By Sandy Barnes
“The Curious Case of Benjamin Button”
Director: David Fincher
Starring: Brad Pitt, Kate Blanchett, Julia Ormond, Elias Koteas
Run Time: 2 hours 48 minutes
MPAA Rating: PG-13
Reviewer’s rating: Two Stars Out of Five
Driving home from spending almost three hours watching ‘The Curious Case of Benjamin Button,” I wondered what F. Scott Fitzgerald would have thought about the Hollywood rendition of his short story written almost a century ago. I also vowed not to waste any more precious time on trivia –– whether it be sitting through an overly long, tedious film or scrubbing the bathroom tile grout.
Some critics have praised the film as one for the thinking person. And indeed it might have been, if the story line had followed Fitzgerald’s intriguing, original work. However, after establishing the basic plot of a man born in his 80s who then makes a reverse progression into childhood, the film veers into events and places both disturbing and wearisome. Viewers suffer through far too much on-screen time watching an elderly version of Button’s love interest dying in a hospital while relating her story to her troubled daughter via a diary she is reading.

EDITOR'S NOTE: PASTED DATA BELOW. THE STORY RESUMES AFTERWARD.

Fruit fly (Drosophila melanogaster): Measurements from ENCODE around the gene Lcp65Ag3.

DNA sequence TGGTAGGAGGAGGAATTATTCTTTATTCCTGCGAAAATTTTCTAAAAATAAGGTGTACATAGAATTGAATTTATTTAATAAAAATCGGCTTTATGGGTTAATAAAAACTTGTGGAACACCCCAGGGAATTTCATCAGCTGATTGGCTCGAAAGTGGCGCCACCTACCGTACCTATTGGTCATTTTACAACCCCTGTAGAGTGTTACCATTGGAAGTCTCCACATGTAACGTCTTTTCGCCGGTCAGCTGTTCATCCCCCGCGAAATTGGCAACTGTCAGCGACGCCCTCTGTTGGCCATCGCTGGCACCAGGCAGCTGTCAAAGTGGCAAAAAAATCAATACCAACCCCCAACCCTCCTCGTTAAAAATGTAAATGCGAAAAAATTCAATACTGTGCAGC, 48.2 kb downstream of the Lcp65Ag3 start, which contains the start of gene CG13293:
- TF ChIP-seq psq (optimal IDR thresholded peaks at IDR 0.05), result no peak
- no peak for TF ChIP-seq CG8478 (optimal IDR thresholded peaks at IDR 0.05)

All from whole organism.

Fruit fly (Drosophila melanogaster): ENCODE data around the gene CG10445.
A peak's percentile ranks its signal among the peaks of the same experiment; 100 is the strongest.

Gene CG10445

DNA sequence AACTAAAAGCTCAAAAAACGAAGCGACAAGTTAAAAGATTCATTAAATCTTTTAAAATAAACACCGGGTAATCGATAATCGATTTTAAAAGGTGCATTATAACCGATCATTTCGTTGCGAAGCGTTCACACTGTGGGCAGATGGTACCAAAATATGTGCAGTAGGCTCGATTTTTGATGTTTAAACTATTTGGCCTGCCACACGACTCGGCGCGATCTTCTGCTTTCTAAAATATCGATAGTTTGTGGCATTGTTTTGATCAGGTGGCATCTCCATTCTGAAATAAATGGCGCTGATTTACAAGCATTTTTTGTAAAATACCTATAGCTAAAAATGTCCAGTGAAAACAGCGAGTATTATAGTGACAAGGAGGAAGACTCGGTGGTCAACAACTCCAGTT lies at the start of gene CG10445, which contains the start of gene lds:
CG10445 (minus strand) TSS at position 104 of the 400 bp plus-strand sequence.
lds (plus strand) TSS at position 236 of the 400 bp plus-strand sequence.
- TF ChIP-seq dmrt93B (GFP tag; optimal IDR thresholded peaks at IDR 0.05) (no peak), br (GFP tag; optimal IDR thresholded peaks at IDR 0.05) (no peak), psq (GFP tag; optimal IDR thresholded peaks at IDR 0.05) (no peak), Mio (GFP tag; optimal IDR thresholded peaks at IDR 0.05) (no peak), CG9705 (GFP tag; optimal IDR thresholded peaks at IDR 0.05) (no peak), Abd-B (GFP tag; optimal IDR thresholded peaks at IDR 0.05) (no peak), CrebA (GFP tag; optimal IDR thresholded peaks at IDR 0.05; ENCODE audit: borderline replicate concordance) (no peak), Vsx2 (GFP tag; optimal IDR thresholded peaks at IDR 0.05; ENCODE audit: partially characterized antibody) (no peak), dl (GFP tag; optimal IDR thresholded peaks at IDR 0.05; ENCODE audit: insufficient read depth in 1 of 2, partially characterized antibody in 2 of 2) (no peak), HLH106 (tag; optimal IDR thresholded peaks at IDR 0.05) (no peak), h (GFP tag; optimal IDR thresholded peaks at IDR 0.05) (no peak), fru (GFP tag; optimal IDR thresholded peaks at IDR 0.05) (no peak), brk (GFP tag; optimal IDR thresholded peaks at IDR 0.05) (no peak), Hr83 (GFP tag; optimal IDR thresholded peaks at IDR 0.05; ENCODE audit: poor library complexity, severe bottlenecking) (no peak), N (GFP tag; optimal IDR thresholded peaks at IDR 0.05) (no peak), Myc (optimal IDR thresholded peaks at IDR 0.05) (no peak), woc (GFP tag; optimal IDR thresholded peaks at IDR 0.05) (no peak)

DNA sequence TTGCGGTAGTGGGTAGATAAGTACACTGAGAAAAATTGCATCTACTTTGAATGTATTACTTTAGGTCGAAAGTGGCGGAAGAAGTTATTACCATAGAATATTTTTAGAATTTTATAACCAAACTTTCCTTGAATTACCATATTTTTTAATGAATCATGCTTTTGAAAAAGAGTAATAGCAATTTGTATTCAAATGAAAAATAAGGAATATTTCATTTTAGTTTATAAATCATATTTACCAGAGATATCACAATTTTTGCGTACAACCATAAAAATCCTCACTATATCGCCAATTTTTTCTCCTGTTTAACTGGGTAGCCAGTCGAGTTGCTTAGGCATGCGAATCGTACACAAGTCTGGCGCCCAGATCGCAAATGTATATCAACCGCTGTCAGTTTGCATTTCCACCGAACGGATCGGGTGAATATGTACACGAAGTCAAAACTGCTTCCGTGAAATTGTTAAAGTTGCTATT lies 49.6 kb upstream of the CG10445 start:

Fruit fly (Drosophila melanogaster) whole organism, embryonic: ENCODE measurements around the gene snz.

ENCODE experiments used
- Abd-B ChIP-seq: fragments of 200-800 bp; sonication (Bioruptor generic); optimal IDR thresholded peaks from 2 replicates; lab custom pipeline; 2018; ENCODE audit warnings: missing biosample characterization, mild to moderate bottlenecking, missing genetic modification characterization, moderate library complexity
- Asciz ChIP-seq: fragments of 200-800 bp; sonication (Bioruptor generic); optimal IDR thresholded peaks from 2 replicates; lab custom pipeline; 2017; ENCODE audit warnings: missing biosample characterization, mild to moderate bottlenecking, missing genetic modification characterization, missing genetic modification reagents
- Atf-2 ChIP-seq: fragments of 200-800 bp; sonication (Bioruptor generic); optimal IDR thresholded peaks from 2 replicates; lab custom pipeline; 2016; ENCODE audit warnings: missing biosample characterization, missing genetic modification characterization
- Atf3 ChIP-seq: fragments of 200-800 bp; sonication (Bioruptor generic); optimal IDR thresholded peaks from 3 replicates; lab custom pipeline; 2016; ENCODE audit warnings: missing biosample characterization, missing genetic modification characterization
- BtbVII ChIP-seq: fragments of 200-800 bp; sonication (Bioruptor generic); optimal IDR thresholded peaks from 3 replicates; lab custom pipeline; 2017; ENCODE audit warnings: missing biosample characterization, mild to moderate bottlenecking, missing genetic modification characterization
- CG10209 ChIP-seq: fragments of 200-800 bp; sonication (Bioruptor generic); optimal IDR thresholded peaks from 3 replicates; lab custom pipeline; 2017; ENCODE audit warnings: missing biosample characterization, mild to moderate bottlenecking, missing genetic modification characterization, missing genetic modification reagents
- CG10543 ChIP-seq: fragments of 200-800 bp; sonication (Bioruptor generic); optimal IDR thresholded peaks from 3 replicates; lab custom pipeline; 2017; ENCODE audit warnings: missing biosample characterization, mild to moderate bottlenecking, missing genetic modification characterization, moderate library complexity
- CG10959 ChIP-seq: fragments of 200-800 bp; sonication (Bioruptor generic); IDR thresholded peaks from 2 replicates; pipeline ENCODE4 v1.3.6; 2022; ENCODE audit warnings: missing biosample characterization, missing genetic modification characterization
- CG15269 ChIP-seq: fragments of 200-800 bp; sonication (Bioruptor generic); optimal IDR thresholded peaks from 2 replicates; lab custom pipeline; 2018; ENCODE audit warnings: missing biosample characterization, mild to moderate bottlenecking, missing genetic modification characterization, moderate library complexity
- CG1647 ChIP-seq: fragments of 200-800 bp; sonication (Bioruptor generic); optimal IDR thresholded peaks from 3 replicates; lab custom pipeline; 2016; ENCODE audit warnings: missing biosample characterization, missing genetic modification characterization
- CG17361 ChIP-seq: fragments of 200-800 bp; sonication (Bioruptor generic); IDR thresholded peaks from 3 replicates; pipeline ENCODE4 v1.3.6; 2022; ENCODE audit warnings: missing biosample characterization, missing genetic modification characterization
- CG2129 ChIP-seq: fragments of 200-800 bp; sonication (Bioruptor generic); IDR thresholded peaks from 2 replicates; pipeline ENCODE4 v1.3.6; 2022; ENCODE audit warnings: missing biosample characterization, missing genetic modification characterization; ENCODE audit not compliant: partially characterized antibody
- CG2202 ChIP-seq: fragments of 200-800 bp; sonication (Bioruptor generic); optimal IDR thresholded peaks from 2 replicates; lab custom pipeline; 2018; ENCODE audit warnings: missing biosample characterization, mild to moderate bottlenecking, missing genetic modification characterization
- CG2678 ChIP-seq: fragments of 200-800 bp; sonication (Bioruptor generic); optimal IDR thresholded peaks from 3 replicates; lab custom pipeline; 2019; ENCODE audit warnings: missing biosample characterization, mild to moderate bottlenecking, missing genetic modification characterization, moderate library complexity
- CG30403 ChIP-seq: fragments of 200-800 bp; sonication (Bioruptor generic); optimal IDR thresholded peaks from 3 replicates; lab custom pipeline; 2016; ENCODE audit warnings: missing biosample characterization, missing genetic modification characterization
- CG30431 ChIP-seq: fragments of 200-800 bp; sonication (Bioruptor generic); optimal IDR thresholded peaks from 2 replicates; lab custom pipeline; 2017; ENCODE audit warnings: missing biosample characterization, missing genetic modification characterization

When Brad Pitt makes his appearance as the youthful version of Button along with Kate Blanchett as Daisy, the love of his life, there is a spark of passion and light to behold. However, neither Pitt’s boyish face nor Blanchett’s ageless beauty can rescue the movie from its divergence into rambling melodrama.
There are interesting aspects to the film, thanks to excellent performances by supporting actors like Taraji Henson who plays Queenie, Button’s adoptive mother. The scenery is also a plus, with lovely sunset views of a lake and a sailboat on which Button and Daisy revel in transitory bliss. And the rambling New Orleans rest home where Button is brought to and ages in reverse is an appropriately dark setting for the film with its related themes of loss and the relentless progression toward death.
Yet, neither the contemporary drama of Hurricane Katrina lashing around the hospital where an aged Daisy spends her final, painful moments on earth nor the computer generated image of an 80-year old infant can transform this film into the cinematic masterpiece its creators were perhaps intending.
Some stories are meant to remain in the minds of readers and listeners, leaving the images they convey to the realm of imagination. As presented, “The Curious Case of Benjamin Button” certainly is one of them.